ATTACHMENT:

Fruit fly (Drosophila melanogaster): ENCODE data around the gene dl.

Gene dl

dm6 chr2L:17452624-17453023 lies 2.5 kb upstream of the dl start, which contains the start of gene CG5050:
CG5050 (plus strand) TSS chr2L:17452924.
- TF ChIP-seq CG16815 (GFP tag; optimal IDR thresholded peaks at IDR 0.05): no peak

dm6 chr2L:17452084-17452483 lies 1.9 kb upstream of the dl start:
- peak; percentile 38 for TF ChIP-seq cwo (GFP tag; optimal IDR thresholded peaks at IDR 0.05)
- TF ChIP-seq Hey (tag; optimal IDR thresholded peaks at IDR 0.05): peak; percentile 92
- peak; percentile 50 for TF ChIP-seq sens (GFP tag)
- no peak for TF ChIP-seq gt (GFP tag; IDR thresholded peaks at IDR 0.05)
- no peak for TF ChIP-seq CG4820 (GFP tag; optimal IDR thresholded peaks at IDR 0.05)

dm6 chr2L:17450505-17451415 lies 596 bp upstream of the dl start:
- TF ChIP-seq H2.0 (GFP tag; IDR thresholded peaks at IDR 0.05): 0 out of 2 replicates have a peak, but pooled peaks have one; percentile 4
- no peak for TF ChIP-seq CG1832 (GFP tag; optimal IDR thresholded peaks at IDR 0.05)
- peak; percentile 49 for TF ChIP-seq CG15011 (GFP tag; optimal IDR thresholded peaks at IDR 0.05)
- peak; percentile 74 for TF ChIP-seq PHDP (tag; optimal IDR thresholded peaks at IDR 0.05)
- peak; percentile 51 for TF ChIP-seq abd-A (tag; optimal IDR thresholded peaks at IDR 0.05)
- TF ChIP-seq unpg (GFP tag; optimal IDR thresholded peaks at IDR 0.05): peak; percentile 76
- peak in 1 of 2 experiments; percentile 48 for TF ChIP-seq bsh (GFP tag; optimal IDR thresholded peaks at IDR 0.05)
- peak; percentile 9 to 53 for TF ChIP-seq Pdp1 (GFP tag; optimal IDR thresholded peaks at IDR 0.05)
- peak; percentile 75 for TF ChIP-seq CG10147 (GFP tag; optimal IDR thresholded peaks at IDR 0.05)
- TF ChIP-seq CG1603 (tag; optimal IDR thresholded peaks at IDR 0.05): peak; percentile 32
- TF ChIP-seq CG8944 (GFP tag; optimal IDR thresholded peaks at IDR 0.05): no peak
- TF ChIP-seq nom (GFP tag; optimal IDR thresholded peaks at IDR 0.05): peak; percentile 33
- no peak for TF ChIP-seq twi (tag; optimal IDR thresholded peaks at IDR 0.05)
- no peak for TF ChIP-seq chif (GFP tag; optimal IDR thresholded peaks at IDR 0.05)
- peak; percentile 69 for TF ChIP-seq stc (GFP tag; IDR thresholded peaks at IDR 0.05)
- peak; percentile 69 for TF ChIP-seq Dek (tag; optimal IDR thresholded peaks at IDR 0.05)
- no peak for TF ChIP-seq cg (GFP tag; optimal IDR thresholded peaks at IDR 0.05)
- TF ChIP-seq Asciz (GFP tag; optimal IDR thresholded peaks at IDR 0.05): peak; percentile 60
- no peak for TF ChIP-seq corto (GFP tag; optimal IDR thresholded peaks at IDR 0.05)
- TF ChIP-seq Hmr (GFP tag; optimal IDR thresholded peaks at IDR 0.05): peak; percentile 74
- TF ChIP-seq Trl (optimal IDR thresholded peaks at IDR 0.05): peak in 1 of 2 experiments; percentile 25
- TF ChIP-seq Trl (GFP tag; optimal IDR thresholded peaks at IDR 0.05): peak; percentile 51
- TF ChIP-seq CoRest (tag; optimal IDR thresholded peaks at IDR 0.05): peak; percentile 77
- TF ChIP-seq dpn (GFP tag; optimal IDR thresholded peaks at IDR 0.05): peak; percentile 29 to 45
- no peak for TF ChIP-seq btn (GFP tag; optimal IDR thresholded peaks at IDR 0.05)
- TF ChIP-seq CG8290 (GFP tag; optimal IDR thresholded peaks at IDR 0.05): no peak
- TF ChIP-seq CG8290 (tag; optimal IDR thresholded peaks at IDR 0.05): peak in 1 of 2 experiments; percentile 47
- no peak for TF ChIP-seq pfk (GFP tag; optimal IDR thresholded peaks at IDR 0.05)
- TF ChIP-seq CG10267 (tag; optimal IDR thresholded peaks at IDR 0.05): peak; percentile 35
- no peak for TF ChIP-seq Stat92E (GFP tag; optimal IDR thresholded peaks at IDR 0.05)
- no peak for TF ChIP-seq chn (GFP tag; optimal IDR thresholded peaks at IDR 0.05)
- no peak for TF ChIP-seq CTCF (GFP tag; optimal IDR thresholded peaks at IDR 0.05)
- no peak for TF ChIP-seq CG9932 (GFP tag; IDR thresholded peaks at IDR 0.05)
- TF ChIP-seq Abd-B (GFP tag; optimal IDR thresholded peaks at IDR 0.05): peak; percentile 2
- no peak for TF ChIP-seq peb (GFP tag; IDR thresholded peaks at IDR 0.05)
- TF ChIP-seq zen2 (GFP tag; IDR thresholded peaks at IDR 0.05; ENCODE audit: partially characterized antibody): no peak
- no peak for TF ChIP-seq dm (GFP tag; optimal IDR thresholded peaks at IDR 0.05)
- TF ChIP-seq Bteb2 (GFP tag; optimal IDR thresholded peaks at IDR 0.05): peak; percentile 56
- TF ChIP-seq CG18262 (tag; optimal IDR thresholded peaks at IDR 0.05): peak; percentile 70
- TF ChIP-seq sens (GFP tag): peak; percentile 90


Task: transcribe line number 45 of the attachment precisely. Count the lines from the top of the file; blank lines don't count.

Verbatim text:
- no peak for TF ChIP-seq CG9932 (GFP tag; IDR thresholded peaks at IDR 0.05)